Are Middle Eastern terrorists using biological warfare? Is Big Gubmint culling the herd? Is the Illuminaughty at it again? Or is this is a disease, like diseases all throughout human history, which may or may not spread widely, depending on how well we handle it? Spoiler alert: It’s that last one.
You can get some historical perspective for free online at Yale Open Courses, “The History of Epidemics,” by watching the video lectures or reading the transcripts. I took this course last year and became interested in Ebola, “That’s one to keep an eye on, I thought.” Or perhaps you do not have 25 hours to spare, in which case here are some salient points:
Some diseases are prettier than others. For example, tuberculosis, which was a major cause of death right up until 1944, was considered a rather classy disease. People slowly grew pale, often went to woodsy sanitariums for quarantine and just “romantically” faded away.
Smallpox, which killed up to ninety-five percent of indigenous peoples after the Europeans landed, was ugly-but I won’t describe it because it has supposedly been eradicated by vaccines and you will never have to worry about it. Europeans were not wiped out by it because they had kept livestock for a long time and the milder cowpox gave them some immunity.
Bubonic plague, which killed 25-30 million people in the 14th century, or 30-60% of the European population, was grotesque. Entire cities were quarantined and Daniel Defoe wrote “A Journal of the Plague Year” about the quarantine of London in 1665. Pretty grim reading, except for this bright spot: when everyone decided they were walking dead men anyway, all class distinctions broke down and people became friendly and light-hearted. Bubonic plague lives on in certain populations of rodents in the United States and elswhere, but antibiotics usually cure it.
Diseases were judged to be horrifying if they were disfiguring, caused a lot of suffering, progressed rapidly, and struck at random; not just infants and the elderly, but people in the prime of life. The Spanish flu of 1918 actually killed more people than all the people who died in WWI, 50-100 million, or 3-5% of the world’s population. In fact, I suspect epidemics have had more impact on the course of history than our various Napoleons.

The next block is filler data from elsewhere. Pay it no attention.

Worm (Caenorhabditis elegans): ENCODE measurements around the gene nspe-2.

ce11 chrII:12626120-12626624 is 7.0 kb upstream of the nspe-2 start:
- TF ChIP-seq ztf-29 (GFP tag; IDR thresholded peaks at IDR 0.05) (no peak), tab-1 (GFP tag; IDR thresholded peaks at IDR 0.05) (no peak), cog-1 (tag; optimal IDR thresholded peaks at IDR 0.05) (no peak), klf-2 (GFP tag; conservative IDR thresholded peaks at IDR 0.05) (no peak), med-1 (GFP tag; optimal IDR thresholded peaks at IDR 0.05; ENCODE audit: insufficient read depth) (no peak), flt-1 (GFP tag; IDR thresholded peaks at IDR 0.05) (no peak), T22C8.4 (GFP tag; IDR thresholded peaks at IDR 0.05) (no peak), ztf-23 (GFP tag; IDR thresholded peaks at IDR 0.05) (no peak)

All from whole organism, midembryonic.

So should we worry about Ebola? It’s been around for awhile, first diagnosed in 1979. Doctors in moon suits have managed to restrict outbreaks to small regions of Africa. But it has escaped. It has escaped for a very human reason.
Imagine people in moon suits taking away your loved ones and you never see them again, not even to bury them? Burial rites can spread the infection, so the moon-suited ones were doing the right thing, medically, without considering the human emotions involved.
They think Ebola survives in wild animals, which West Africans readily eat. Bush meat is sold in local street markets, but it is not going to show up at your local supermarket, so the only way you can get Ebola is to be exposed to an infected person’s body fluids. We know how to isolate infections in America, it should be contained, unless some heroes decide to rescue an Ebola patient from the clutches of (insert favorite devil here) and set them free into the general population.
Ebola is an ugly disease and 90% fatal with no cure. I follow several conspiracy sites to gauge the public mood and I see the anti-Pharma rage machine is already kicking in. Do not trust the CDC, they say. Swine flu was a hoax, they say. The World Health Organization is an arm of the New World Order, they say.
Sometimes the conspiracy guys are right. The CIA was using polio vaccinators in Pakistan to gather information and when the locals found out, the vaccinators were assassinated. Now kids are getting polio again, but you can’t trust the health workers, they say.
But fervent conspiracy researchers please consider this before advocating total rebellion against the medical establishment: When I was about twelve, I took a shortcut through the cemetery and noticed many tombstones with the name “Coe” from the 1800s. I stopped to look at them and noticed that five Coe children had all died before their fifth birthdays. How sad, I thought. But before antibiotics and vaccines were developed it was normal for many children to die. We can’t even imagine that now.
Should you worry about Ebola? Not yet, but you should keep an eye on it. And be very glad this is not 1600.
Center for Disease Control: Ebola (updated frequently)
History of Epidemics (If nothing else, this will make you glad you live now and not 1600.
Documentary: Ebola, the Plague Fighters